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9.6: Conjugation

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    There are two other processes that can lead to horizontal gene transfer in bacteria: conjugation and transduction. In contrast to transformation, these processes “force” DNA into what may be a reluctant cell. In the process of conjugation, we can distinguish between two types of bacterial cells (of the same species). One contains a plasmid known as the sex factor (F) plasmid. These are known as a Hfr (high frequency recombination) cells. This plasmid contains the genes needed to transfer a copy of its DNA into a cell that lacks an F-plasmid, a so called F–cell. Occasionally, the F-plasmid can integrate (insert) itself into the host cell chromosome and when this happens, the F-plasmid mediated system can transfer host cell genes (in addition to plasmid genes) into an F–cell. To help make things a little simpler, we will refer to the Hfr cell as the DNA donor and F–cells as the DNA recipients.

    To initiate conjugation, the Hfr cell makes a physical bridge to the F–cell. A break in the donor DNA initiates a process by which single stranded DNA is synthesized and moved into the recipient (F–) cell. The amount of DNA transported is determined largely by how long the transporter bridge remains intact. It takes about 100 minutes to transfer the entire donor chromosome from an Hfr to an F–cell. Once inside the F–cell, the DNA is integrated into the recipient’s chromosome, replacing the recipient’s versions of the genes transferred (through a process known as homologous recombination). Using Hfr strains with integrated F–plasmids carrying different alleles of various genes, and by controlling the duration of conjugation (separating the cells by placing them in a kitchen blender), experimenters were able to determined the order of genes along the chromosome. The result was the discovery that related organisms had the same genes arranged in the same order. The typical drawing of the circular bacterial chromosome is like a clock going from 0 to 100, with the genes placed in their respective positions, based on the time it takes to transfer them (in minutes). This is an example of synteny, that is the conservation of gene order along a chromosome266. We will return to synteny soon.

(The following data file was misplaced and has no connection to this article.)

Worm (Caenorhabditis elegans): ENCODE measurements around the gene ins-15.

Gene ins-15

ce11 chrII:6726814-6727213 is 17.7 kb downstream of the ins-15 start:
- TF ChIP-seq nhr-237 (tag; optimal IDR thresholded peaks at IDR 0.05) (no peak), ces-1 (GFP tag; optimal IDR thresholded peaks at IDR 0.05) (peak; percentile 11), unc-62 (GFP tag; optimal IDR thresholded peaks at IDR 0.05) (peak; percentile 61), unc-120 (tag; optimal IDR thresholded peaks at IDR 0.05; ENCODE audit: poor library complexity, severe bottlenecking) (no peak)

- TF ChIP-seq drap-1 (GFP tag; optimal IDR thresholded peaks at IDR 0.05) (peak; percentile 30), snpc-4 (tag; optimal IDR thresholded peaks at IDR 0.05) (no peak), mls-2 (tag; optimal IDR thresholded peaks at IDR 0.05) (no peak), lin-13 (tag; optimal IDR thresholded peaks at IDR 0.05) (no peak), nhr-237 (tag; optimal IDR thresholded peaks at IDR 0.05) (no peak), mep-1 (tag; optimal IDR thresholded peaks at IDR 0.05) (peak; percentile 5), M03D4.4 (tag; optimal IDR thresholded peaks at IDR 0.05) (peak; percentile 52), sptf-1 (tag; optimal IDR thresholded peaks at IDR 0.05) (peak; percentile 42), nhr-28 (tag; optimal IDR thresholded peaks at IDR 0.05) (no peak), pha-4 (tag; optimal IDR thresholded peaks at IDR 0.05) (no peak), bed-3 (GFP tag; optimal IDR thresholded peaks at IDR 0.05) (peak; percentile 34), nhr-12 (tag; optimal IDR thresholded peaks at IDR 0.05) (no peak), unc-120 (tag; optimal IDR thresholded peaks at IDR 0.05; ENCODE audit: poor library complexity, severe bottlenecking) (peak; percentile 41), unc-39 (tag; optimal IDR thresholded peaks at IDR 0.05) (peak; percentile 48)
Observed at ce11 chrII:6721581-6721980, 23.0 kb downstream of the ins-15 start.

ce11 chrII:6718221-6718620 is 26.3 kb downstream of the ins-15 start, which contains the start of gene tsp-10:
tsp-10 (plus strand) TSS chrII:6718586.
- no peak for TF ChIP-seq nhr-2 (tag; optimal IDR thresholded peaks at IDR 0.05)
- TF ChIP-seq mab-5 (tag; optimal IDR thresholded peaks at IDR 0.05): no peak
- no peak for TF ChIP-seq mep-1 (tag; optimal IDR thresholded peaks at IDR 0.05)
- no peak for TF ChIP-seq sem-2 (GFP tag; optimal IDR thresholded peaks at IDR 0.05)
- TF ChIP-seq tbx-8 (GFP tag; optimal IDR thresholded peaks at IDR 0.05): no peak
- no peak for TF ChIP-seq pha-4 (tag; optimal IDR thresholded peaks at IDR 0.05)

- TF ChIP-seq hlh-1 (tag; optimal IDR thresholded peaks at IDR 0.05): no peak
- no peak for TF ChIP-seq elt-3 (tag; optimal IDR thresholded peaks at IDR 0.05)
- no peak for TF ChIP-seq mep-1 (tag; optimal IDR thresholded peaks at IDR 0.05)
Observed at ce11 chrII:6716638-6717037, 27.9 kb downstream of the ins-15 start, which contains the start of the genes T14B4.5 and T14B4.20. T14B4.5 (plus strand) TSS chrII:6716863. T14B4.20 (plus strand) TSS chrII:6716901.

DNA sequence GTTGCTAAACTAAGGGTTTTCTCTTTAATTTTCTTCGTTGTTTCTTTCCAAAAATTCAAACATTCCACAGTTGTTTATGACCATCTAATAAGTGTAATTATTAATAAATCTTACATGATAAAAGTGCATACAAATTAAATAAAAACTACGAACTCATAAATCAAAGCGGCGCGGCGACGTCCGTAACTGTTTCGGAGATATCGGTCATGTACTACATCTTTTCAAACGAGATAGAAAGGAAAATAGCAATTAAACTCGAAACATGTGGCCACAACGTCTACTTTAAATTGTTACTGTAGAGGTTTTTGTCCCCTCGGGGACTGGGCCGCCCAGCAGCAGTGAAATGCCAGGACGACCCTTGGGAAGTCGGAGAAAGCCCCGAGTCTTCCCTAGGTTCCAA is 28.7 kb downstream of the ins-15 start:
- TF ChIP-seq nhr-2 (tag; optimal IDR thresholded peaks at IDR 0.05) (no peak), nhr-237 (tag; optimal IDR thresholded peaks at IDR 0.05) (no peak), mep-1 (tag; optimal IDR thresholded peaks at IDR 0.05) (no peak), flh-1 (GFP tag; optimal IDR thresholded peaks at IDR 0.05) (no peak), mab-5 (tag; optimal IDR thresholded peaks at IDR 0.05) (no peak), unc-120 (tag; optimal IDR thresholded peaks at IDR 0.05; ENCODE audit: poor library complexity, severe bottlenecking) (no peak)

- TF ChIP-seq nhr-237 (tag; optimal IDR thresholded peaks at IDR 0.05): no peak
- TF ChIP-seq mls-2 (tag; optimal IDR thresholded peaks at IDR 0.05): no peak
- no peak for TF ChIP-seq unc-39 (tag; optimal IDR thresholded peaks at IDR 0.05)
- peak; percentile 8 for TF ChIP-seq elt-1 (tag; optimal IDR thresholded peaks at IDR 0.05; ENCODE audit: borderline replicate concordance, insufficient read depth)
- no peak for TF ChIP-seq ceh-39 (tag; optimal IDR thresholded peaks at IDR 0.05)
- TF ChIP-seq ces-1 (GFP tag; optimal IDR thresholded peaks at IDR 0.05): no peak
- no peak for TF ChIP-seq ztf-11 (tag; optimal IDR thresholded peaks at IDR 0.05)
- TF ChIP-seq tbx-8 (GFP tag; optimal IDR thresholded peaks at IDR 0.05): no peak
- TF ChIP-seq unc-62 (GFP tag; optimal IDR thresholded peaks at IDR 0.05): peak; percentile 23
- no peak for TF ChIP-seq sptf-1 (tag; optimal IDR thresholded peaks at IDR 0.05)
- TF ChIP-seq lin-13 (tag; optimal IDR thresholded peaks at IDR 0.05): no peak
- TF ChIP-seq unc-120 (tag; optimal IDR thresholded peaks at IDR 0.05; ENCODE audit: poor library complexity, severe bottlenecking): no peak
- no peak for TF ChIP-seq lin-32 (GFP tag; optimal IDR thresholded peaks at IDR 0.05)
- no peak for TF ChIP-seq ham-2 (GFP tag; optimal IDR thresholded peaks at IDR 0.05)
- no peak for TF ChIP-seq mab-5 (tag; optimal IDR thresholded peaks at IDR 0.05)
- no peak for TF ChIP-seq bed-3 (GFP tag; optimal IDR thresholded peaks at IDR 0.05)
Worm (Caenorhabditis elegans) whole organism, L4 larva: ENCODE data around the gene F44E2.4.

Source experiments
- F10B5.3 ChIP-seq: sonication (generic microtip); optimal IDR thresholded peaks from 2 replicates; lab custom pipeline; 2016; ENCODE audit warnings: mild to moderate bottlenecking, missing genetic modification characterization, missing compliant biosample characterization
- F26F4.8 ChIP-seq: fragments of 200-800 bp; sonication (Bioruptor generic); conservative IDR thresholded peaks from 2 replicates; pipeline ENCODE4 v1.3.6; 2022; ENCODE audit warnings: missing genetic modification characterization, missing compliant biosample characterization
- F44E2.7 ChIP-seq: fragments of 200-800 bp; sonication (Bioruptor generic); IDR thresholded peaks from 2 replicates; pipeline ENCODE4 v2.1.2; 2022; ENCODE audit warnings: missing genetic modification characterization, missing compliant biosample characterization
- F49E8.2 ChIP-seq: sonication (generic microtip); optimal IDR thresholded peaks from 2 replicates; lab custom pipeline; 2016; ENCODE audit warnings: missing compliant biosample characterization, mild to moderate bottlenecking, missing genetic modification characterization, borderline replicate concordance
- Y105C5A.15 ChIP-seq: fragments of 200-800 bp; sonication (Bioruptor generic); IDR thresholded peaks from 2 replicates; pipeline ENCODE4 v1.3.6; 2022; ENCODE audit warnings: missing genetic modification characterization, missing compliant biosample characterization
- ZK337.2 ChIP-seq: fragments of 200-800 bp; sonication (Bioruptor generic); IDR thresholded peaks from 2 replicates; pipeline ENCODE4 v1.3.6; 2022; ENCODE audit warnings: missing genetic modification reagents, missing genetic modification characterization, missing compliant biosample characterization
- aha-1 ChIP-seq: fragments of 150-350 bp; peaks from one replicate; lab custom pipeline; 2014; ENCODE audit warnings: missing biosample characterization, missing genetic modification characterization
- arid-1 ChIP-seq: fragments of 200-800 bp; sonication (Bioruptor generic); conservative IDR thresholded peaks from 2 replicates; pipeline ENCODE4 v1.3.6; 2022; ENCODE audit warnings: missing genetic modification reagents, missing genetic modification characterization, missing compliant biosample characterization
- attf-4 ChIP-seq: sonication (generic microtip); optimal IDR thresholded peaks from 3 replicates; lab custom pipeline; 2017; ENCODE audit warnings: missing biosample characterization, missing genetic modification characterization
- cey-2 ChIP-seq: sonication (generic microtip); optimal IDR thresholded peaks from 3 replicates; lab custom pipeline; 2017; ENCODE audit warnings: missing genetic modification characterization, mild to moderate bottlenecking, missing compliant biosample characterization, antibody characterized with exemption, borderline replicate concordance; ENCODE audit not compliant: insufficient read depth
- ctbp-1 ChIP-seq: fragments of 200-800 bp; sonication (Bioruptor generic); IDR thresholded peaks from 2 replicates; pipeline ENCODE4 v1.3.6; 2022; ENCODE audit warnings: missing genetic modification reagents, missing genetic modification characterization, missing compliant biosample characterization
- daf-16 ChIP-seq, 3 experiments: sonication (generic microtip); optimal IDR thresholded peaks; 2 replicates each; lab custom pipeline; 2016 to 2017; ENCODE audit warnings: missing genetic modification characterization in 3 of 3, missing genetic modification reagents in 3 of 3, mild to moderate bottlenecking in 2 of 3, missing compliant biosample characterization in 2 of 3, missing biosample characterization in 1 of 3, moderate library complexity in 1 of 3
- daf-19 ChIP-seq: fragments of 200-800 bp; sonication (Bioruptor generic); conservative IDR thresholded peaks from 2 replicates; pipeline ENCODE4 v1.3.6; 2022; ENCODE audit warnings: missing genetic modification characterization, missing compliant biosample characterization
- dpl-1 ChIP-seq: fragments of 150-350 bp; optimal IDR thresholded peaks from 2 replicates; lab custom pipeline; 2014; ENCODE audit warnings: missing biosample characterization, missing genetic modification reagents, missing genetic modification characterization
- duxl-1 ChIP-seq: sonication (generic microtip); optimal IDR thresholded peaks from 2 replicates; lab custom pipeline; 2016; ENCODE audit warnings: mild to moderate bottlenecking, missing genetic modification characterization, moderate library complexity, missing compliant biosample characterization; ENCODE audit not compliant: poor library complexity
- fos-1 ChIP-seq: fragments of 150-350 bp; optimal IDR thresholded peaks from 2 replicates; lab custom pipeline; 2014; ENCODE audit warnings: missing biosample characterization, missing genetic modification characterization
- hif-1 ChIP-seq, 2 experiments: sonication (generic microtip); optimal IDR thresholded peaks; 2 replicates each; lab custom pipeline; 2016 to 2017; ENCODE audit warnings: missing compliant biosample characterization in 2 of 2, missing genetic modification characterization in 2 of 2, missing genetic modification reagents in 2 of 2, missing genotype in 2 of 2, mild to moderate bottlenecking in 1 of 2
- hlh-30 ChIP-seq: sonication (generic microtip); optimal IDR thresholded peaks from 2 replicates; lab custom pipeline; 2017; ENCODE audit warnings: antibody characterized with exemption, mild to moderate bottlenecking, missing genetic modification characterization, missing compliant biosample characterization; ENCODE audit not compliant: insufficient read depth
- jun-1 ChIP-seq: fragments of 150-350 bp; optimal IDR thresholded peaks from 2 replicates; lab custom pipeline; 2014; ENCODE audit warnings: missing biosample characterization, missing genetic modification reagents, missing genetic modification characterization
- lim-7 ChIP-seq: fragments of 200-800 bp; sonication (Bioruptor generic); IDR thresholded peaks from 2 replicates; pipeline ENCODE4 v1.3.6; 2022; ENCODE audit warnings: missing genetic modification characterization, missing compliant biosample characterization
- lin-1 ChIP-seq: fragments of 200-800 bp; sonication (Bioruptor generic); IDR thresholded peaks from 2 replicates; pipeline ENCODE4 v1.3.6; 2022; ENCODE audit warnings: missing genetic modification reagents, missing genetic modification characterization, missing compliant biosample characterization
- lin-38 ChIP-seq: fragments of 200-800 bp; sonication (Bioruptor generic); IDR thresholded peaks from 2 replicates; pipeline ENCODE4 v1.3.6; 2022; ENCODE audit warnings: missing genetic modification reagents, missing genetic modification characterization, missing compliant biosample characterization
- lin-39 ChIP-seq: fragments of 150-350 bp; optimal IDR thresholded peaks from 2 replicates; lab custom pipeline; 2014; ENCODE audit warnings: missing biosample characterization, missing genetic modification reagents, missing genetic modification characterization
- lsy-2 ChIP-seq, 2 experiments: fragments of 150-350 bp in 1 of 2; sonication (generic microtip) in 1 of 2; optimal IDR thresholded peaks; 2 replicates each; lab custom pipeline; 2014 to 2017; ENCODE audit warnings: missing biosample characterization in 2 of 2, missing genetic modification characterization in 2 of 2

If the entire F-plasmid sequence is transferred, the original F–cell becomes an Hfr cell. If the Hfr cell loses the F-plasmid sequence, it reverts to a F–state. The end result of the conjugation process is similar to that obtained in sexual reproduction in eukaryotes (see below), namely the original F–cell now has a genome derived in part from itself and from the “donor” Hfr strain cell.


    266 Synteny:

    Contributors and Attributions

    • Michael W. Klymkowsky (University of Colorado Boulder) and Melanie M. Cooper (Michigan State University) with significant contributions by Emina Begovic & some editorial assistance of Rebecca Klymkowsky.

    This page titled 9.6: Conjugation is shared under a not declared license and was authored, remixed, and/or curated by Michael W. Klymkowsky and Melanie M. Cooper.

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